Stern's legacy: The NBA's businessman

As commissioner, David Stern has overseen the global growth of the NBA. Patrick McDermott/Getty Images

When David Stern steps down in February 2014, he undoubtedly will want to be remembered as a businessman more than a sports executive.

Stern might have been the latter when he took over the job in 1984, but over the years as he guided the NBA from millions of dollars to billions of dollars in revenue, Stern quickly realized that the key to making the league successful was to understand the business world at large. Turning the league into a money-making machine could only be possible if he learned the state of all entertainment. He made it a point to read and talk to people outside the world of sports and, more impressively, he was respected by some of the world's top business leaders. He loved to go to the World Economic Forum in Davos, Switzerland, each year to talk shop with the titans of industry and the richest people in the world.

The international game grew with Stern, who was never scared to get on a long plane ride or on a long-distance phone call to expand the league's reach. He was the first U.S. commissioner to become a worldwide celebrity of sorts.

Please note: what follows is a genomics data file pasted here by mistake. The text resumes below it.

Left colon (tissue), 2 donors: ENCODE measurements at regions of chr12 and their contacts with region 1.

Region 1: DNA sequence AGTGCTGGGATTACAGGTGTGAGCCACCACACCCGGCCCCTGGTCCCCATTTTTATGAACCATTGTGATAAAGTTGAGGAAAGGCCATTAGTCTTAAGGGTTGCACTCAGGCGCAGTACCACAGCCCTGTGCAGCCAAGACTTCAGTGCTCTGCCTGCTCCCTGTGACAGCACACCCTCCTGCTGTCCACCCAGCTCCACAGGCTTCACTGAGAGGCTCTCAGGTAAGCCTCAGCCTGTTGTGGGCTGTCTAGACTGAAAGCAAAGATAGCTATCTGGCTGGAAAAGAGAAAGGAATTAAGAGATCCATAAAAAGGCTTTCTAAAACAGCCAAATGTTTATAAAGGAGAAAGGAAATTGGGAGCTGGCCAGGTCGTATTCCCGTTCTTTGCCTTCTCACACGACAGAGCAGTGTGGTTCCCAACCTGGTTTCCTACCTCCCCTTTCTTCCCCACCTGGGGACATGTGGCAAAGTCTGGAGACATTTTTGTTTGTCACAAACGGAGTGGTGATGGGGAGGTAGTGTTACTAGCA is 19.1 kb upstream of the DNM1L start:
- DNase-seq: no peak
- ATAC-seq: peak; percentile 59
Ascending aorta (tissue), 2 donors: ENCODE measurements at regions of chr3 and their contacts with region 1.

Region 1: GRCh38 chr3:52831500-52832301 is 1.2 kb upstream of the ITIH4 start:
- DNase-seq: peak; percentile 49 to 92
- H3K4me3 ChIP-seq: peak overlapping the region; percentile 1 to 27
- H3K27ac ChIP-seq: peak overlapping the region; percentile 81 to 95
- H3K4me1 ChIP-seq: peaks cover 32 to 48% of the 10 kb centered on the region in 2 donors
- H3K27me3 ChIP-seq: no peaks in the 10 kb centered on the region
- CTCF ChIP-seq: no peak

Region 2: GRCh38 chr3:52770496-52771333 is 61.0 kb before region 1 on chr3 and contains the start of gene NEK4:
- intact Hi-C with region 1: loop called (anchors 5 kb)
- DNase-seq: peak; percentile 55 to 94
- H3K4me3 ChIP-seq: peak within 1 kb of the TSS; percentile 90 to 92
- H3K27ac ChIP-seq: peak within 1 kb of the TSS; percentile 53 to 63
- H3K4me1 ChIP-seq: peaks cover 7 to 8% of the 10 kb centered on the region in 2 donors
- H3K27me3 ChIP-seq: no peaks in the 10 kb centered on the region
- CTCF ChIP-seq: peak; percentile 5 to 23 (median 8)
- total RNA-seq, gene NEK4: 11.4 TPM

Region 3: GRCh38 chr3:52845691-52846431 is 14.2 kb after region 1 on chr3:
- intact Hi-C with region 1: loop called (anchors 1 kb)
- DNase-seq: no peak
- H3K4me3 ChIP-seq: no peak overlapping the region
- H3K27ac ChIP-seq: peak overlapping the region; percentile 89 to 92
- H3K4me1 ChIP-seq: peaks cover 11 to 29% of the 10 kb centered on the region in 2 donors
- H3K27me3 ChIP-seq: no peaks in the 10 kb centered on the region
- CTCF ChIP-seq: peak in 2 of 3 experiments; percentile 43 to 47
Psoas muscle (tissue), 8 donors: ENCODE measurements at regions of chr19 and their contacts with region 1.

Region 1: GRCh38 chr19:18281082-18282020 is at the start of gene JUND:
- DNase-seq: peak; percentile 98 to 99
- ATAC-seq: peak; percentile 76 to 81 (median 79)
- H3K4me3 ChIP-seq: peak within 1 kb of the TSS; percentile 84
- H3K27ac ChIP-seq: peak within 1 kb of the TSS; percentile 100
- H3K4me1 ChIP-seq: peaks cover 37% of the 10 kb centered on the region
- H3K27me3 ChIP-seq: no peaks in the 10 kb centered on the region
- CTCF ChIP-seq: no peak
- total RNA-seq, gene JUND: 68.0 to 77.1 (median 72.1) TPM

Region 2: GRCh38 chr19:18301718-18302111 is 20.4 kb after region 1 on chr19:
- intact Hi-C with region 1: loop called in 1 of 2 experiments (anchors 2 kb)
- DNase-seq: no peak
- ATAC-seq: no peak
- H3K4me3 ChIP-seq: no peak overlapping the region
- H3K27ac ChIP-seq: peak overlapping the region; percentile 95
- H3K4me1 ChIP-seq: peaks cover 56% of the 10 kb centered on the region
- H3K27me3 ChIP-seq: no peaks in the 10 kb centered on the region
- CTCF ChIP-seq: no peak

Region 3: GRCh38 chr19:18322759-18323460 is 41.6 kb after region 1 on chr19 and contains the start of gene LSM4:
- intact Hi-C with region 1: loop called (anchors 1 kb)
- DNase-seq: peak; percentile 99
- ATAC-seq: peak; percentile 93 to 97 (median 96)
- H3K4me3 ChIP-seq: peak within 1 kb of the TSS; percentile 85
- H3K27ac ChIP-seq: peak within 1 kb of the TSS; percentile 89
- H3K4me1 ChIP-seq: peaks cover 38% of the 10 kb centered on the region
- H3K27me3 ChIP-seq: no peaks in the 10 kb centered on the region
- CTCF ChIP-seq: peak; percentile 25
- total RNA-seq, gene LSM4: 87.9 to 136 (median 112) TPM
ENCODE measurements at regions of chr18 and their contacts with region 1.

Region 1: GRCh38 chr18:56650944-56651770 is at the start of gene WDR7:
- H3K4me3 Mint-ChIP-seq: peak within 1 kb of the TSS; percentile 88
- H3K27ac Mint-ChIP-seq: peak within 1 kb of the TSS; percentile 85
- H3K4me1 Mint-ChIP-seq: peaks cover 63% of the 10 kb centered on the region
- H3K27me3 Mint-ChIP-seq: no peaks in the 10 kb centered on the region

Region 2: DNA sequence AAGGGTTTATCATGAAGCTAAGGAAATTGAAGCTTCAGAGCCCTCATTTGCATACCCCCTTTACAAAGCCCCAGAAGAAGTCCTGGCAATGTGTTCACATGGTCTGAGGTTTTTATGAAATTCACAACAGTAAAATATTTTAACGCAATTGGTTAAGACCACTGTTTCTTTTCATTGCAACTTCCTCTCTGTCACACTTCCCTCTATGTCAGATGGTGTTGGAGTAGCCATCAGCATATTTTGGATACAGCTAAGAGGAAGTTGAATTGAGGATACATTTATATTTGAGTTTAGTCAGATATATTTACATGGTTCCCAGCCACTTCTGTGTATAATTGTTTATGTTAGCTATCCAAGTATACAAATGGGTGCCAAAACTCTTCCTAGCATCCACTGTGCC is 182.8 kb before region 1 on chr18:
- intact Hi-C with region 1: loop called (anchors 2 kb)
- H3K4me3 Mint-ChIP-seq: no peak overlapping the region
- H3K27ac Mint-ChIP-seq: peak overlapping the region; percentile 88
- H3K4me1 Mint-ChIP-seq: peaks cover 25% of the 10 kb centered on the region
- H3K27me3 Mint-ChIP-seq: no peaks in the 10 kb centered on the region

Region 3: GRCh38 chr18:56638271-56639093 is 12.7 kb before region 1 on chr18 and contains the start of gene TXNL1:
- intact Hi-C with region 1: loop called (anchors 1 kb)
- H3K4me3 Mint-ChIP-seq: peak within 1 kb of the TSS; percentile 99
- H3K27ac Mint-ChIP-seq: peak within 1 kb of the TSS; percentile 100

So many fans have only seen Stern in times of controversy of late, whether it was being the scapegoat for the Sonics' move out of Seattle or when he used his ownership power to negate Chris Paul's trade to the Lakers.

But that's like evaluating a basketball player by looking at his jumpers and not his defense. You see, David Stern was a genius moving without the ball. Sure, Stern was able to help the league emerge from its horrible image problem and tape-delay Finals because he had the tools to work with -- namely Magic Johnson, Larry Bird and Michael Jordan.

But those who really understand what Stern has meant to the league understand that sponsors who have invested their millions in the league over time were investing just as much in Stern's leadership as they were in the league's players. Owners who bought teams, sometimes with a skeleton of a roster or a woeful losing tradition, also were buying into the value of "Stern Stock."

What most have not seen is how hard David Stern has been to work for. He expects perfection from his employees and has never been good at smooth talk when an insider hasn't had the league's best interest at heart. His most loyal lieutenants understand this comes from the incredible passion and sense of ownership he feels for what has become a thriving business.

David Stern defines the NBA more than any player who played in it. But it works both ways. It's why, at 70, he needs a year and a half to wind down.